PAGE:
Take the Fifth: April 26, 2021 opinions

Designated for publication

  • Sanchez v. Oliver, 20-50282, appeal from W.D. Tex.
    • Clement, J. (Jones, Clement, Graves), qualified immunity, deliberate indifference
    • Reversing district court’s summary judgment dismissal of deliberate indifference claim against clinical social worker who had taken pretrial detainee off suicide watch prior to his committing suicide, and remanding for further proceedings.
    • The victim’s mother had sued the clinical social worker who evaluated her son when he was a pretrial detainee and took him off suicide watch. He had been placed on suicide watch when he was initially booked, based on answers to an intake questionnaire, and scheduled to meet with Ms. Oliver, a clinical social worker with a company the county contracted with for healthcare services. Ms. Oliver evaluated the detainee and took him off the suicide watch precautions.
    • The Court held that “Oliver—as an employee of a large firm systematically organized to perform the major administrative task of providing mental healthcare at state facilities—is categorically ineligible for qualified immunity,” although as a contractor to the county she was also acting under color of state law for purposes of grounding the plaintiff’s § 1983 claim.
    • The Court also held that there was a substantial enough showing of deliberate indifference for the plaintiff’s claim to survive summary judgment on that issue. “[I]f an official has subjective knowledge that a pretrial detainee is a substantial suicide risk, the official shows a deliberate indifference to that risk by failing to take reasonable measures to abate it. Here, the key factual dispute is whether Oliver subjectively knew that Gauna was at a substantial risk of attempting suicide. … Here, however, Gauna was placed in general population, with ready access to blankets, other potential ligatures, and tie-off points, along with whatever other means of self-harm might be present in what appears to be the complete absence of suicide watch or other meaningful suicide precautions. If Oliver knew that Gauna was a suicide risk, then the evidence Sanchez has presented supports the inference that Oliver’s decision to take Gauna off suicide watch and place him in general population was, if anything, even more reckless than the officers’ conduct in Converse. … [T]here is adequate evidence of deliberate indifference to submit the question to a jury.”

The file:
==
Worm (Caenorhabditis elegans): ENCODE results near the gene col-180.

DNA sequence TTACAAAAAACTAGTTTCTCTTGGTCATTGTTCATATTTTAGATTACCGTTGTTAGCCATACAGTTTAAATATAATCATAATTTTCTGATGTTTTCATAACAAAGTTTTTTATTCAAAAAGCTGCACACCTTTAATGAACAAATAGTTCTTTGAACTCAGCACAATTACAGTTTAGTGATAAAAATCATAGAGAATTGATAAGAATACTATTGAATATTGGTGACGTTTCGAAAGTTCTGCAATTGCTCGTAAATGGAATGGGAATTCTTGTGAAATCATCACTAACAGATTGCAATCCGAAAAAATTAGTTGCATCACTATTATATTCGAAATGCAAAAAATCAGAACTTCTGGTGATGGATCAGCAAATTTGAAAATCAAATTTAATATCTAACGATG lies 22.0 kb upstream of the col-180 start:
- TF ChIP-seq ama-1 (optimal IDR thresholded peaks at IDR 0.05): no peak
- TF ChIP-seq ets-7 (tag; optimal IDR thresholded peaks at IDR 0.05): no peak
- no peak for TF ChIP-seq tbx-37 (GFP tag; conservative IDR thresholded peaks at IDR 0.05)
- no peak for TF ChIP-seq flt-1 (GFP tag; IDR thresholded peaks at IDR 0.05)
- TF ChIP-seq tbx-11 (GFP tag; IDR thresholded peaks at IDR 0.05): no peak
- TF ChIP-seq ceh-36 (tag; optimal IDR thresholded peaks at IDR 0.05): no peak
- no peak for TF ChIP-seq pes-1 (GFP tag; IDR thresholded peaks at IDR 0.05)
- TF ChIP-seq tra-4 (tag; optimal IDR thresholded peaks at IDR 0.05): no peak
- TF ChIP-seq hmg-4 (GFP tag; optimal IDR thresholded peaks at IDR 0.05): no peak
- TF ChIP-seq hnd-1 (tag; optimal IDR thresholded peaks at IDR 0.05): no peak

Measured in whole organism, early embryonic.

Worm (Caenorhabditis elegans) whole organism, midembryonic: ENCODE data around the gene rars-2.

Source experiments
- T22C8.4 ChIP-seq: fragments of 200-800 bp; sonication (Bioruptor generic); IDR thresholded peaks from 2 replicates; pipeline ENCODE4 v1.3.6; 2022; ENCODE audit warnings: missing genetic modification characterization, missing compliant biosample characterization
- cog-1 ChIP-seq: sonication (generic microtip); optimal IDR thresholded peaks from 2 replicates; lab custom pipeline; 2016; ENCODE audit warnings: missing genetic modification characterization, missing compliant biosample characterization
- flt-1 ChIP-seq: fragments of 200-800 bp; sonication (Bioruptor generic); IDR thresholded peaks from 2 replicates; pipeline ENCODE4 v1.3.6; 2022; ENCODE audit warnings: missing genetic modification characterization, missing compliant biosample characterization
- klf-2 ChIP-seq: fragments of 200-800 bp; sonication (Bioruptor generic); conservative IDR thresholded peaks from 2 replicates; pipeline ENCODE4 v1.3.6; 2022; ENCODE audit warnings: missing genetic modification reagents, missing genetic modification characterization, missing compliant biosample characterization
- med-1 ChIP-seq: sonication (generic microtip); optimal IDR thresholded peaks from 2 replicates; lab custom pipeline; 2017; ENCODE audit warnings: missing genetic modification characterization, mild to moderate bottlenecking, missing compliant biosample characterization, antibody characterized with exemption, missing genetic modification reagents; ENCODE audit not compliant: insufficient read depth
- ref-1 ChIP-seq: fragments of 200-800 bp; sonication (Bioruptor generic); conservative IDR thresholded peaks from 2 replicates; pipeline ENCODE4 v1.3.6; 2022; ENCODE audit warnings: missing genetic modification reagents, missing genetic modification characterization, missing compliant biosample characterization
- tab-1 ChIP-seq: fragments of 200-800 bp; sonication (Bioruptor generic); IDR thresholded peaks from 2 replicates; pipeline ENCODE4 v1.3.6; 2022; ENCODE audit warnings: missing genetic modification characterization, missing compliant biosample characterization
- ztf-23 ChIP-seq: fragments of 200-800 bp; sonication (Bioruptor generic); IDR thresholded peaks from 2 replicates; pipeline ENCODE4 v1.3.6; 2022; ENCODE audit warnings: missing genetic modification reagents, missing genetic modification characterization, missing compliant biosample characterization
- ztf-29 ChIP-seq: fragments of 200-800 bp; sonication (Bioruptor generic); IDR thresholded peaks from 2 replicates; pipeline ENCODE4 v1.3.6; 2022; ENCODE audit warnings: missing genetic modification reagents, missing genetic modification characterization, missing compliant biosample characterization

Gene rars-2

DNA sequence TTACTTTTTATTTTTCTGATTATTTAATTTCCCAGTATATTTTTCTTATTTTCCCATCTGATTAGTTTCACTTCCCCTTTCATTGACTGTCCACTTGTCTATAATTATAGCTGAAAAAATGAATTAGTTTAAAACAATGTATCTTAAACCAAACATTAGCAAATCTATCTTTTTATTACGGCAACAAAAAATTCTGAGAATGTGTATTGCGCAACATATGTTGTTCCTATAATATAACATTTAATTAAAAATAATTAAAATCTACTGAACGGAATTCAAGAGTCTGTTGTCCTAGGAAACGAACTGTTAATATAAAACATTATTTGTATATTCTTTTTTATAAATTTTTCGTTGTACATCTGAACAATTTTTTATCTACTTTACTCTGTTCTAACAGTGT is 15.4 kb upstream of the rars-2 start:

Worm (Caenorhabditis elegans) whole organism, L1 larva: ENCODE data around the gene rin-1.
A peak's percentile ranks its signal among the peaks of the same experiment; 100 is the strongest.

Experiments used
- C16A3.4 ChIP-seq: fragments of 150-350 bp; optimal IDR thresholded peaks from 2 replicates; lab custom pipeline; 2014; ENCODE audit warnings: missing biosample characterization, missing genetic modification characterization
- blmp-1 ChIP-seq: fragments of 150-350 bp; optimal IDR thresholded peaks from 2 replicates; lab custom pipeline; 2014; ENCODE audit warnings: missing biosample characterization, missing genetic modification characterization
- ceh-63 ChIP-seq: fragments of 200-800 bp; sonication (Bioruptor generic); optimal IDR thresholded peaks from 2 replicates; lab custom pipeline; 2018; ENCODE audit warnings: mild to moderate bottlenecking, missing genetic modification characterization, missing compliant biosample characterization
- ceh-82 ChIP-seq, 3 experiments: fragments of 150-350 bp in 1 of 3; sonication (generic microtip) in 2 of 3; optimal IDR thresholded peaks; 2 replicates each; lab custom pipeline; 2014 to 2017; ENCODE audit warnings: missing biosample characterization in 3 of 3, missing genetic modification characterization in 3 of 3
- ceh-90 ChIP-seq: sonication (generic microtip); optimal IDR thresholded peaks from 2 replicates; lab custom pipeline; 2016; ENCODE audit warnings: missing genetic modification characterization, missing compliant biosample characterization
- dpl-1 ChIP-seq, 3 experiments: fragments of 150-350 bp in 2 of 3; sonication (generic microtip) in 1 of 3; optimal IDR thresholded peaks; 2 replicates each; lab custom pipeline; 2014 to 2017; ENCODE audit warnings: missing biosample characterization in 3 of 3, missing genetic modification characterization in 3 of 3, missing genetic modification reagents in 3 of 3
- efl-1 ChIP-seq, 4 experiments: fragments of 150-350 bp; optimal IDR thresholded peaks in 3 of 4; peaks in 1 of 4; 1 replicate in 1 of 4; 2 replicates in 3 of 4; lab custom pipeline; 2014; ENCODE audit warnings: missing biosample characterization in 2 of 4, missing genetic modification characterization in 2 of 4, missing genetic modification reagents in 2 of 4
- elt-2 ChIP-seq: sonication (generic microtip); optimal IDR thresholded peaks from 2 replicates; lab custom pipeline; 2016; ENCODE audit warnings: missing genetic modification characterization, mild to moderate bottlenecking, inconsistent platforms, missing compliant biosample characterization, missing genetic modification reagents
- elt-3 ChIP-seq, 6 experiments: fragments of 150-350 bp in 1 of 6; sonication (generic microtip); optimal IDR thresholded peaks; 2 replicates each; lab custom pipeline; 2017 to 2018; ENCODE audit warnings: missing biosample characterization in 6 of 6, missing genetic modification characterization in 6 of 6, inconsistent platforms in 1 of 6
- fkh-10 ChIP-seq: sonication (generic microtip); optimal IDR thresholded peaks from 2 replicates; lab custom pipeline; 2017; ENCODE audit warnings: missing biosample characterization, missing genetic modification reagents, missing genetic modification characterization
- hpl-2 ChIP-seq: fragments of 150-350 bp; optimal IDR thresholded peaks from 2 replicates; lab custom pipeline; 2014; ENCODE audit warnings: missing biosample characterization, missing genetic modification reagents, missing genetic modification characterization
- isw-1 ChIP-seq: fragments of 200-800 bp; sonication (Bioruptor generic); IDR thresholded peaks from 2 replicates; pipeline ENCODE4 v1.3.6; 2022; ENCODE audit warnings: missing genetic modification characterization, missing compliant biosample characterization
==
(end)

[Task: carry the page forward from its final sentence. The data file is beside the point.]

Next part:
• U.S. v. Queen, 20-10264, appeal from N.D. Tex.
    • per curiam (King, Southwick, Ho), criminal
    • Granting Anders motion to withdraw, and dismissing appeal.
  • U.S. v. Kimbrell, 20-10751, appeal from N.D. Tex.
    • per curiam (Smith, Stewart, Ho), criminal, sentencing
    • Affirming 37-month sentence on guilty plea conviction of being a convicted felon unlawfully in possession of a firearm.
  • U.S. v. Jasso-Lujan, 20-50704, appeal from W.D. Tex.
    • per curiam (Smith, Stewart, Higginson), criminal
    • Granting Anders motion to withdraw, and dismissing appeal.
  • Smith v. Clark, 20-50916, appeal from W.D. Tex.
    • per curiam (Haynes, Willett, Ho), First Amendment, Bivens claim
    • Affirming district court’s dismissal of First Amendment retaliation Bivens claim.
  • Lopez v. Garland, 20-60110, petition for review of BIA order
    • per curiam (Haynes, Willett, Ho), immigration
    • Denying Mexican citizen’s petition for review of BIA order denying his motion to reopen as untimely.